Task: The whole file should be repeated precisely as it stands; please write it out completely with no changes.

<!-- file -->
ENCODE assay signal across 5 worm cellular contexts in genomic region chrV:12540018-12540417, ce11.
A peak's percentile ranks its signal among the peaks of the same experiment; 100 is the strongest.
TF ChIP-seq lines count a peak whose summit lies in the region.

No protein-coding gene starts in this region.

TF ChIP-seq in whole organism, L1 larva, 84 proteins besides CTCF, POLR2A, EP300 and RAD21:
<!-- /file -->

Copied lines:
ENCODE assay signal across 5 worm cellular contexts in genomic region chrV:12540018-12540417, ce11.
A peak's percentile ranks its signal among the peaks of the same experiment; 100 is the strongest.
TF ChIP-seq lines count a peak whose summit lies in the region.

No protein-coding gene starts in this region.

TF ChIP-seq in whole organism, L1 larva, 84 proteins besides CTCF, POLR2A, EP300 and RAD21: